Article: The evolution of HR Tech post 2020

HR Technology

The evolution of HR Tech post 2020

HR Tech today goes much beyond conversational AI software. It has grown to offer support through collaboration tools, and is at the forefront of employee experience. How soon organizations leverage such capabilities of HR Tech will decide how successful they are in scaling capabilities, culture and performance to outpace the uncertainties that lie ahead.
The evolution of HR Tech post 2020

Technology adoption today is no more a privilege, but rather a necessity. One of the key demographics for any workplace of the future will be Gen Z, and for them, the workplace needs to be connected, online, and data driven. On that note, very soon we will stop thinking in terms of generations at work, because online and connected will be the only way to figure out if you did show up to work today or not.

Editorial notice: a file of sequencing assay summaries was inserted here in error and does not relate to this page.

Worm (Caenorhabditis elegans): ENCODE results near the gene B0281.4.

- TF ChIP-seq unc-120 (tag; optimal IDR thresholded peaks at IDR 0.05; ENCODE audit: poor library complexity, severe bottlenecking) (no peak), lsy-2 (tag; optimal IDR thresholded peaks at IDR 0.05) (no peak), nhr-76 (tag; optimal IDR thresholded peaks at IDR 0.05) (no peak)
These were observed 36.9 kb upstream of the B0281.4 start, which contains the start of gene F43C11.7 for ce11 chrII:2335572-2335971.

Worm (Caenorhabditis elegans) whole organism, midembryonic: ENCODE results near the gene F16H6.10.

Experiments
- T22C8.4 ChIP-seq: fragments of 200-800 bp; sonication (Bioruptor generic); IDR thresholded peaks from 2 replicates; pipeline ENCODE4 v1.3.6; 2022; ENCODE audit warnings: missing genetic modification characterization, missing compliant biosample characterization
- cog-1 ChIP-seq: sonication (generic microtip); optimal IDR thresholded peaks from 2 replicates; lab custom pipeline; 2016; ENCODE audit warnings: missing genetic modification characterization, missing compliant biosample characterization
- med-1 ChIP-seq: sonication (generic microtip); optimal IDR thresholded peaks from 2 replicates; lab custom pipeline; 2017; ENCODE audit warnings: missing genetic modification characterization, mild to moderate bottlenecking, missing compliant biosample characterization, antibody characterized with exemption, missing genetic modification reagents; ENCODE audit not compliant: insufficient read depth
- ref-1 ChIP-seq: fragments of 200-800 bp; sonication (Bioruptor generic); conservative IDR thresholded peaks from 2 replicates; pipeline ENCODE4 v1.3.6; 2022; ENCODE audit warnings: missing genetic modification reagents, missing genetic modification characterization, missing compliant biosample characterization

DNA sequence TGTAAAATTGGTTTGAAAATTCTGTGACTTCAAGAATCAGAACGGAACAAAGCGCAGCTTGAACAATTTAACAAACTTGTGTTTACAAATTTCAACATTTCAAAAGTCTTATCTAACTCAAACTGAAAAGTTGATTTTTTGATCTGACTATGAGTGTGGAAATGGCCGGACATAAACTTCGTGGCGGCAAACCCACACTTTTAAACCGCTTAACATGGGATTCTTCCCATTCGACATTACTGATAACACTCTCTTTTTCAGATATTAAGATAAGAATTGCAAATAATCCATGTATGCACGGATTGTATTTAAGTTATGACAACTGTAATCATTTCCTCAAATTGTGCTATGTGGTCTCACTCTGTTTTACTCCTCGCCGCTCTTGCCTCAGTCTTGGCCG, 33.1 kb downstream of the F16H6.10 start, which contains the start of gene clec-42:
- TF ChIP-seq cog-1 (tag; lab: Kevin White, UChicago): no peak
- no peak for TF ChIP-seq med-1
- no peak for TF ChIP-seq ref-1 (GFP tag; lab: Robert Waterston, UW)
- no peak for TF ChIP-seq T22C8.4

HR tech is at the edge of the workplace now. The rising competition for talent among organizations has ensured that each organization needs to do the best to attract the right talent - and this includes factoring in the latest tech developments, including machine learning and robotic process automation. No more are countries and industries only looking at talent within their geographic expanse, but at anywhere in the world. 56% of executives say that their firms will recruit from overseas. 

It is within this landscape that HR Tech is located. HR Tech is poised to not only leverage the rising technological advancements to automate processes and cater better to Gen Z, but also to ensure efficiency and productivity across the employee base and meet critical business outcomes.

HR Tech: An indispensable component across the employee lifecycle

The 2010s saw the advent of chatbots, rising HR tech and people becoming cognizant of the indispensable ubiquity of tech.

The ways in which HR Tech is growing today is poised not only to change the way companies think of and engage with HR, but also the speed at which these companies emerge in the first place.